How many jazz improvisers construct a completely original solo? It may be fair to say that most players rely on scales and patterns (aka licks, phrase or in more academic circles,
formulae). Jazz is an ever evolving language, the established patterns and licks are
borrowed, adapted and mutated into new ones. New styles of jazz sometimes dictate new harmonic structures. The great players often combine spontaneous original invention with established patterns to create new and fresh yet stylistically relevant solos. Beginners and more average players may have flashes of real invention, but usually need to fall back on use of scales and patterns just to give the brain a rest.
As well as the patterns on these pages, you can also find many more on the saxophone pages, including plenty of IIm7-V7-Is, diminished and whole tone patterns and licks. These can be easily adapted for any instrument.
Lick of the Week
Each week I will be adding a new lick here, so bookmark the page and check back regularly:
Here are a few to start off with (to learn in every key of course):
Enclosures and Neighbour Notes
This first one is a bit involved but a very cool sounding lick. If you want to analyse it then it starts wit a suspension on to the 3rd of the Am7, then the next two notes enclose the root. You may wonder why G# on Am7? Well it works well in this enclosure situation as it is a chromatic neighbour note of the A, like a leading note that gets there via the B. From there on it’s quite straightforward with descending motif on the strong beats A to G which then leads nicely to the F# of the D7 (voice leading). The last scale run down from F# to resolve again with voice leading includes the flattened 9th for some flavour, though it could just as easily have a natural 9th.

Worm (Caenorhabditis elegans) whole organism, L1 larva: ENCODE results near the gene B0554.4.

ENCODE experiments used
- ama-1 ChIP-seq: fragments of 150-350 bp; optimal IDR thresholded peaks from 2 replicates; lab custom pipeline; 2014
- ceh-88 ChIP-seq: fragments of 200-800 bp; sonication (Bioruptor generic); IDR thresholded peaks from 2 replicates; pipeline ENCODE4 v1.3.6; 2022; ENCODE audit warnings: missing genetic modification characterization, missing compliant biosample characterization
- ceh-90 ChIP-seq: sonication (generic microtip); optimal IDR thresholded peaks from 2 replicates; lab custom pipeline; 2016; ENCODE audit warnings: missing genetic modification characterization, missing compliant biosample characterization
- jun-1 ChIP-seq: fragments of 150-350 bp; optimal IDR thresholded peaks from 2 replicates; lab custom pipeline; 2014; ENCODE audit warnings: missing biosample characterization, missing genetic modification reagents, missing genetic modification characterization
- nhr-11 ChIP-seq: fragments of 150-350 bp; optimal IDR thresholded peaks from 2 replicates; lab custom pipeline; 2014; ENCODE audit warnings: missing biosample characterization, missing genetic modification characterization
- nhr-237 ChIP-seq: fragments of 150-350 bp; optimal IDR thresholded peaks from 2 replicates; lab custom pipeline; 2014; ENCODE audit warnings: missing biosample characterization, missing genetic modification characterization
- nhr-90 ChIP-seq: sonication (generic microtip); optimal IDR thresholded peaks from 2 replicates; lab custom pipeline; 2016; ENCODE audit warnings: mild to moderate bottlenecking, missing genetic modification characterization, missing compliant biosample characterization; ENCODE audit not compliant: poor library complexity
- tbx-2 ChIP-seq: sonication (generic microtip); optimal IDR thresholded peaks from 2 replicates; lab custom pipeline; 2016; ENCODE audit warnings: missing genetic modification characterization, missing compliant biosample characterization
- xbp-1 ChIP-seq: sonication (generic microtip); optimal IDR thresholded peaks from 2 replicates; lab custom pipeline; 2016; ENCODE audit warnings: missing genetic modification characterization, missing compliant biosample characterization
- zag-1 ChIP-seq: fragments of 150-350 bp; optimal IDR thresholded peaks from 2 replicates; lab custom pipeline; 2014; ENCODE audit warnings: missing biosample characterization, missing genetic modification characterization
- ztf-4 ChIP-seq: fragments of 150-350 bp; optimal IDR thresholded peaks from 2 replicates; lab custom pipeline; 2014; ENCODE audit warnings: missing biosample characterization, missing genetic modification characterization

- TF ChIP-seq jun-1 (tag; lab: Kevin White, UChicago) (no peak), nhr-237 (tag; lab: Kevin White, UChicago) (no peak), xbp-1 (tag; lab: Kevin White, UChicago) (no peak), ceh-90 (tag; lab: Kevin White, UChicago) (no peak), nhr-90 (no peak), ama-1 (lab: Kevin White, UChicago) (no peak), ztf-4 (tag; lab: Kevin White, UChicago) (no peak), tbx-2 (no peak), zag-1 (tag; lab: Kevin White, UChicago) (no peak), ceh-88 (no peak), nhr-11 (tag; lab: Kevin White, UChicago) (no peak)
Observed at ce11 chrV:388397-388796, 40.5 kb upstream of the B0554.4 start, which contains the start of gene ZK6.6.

Again, with this one you might be wondering about off notes, e.g. why we have an E natural in the key of C minor. As with the previous lick it is a neighbour note to the F of the D minor 7 flat 5 so it works well a semitone lower leading into the F (like a leading note). C# on a Dm7? Yes, it’s a chromatic passing note as well as a neighbour note. Again on the descending phrase we have a b9, and then this couples with another neighbour note, the F#, to enclose the G as it all resolves nicely to the 5th of the C minor and down on to the root.
This one is quite straightforward, a scale run down from the F of D minor 7 flat 5, voice leading to the 3rd of the G7 and then again via the F to the 3rd of the C minor. The final motif uses B as a neighbour note to the root of C minor
Another neighbour note as a leading note in to the root of the D minor 7 b5. It’s quite common to hear the major 7 used like this on a minor 7 chord, as long as it is functioning as a neighbour note or as a passing note.
By now you will be getting the picture: E natural neighbour note on to the F. Nice voice leading from C (the 7th) to B (the 3rd of the next chord) and a scale down with the b9. On the second beat of the C minor we have another enclosure and a neighbour/leading note.
This is a very nice pentatonic lick and is deceptively easier than it looks or sounds. It’s a bit more than just a lick really. This is in D minor and can be used over a one chord D minor groove. It slips into a G# minor pentatonic, but then lands back nicely onto G, from where you could continue in D minor (looking nonchalantly as if you hadn’t just done something very clever!)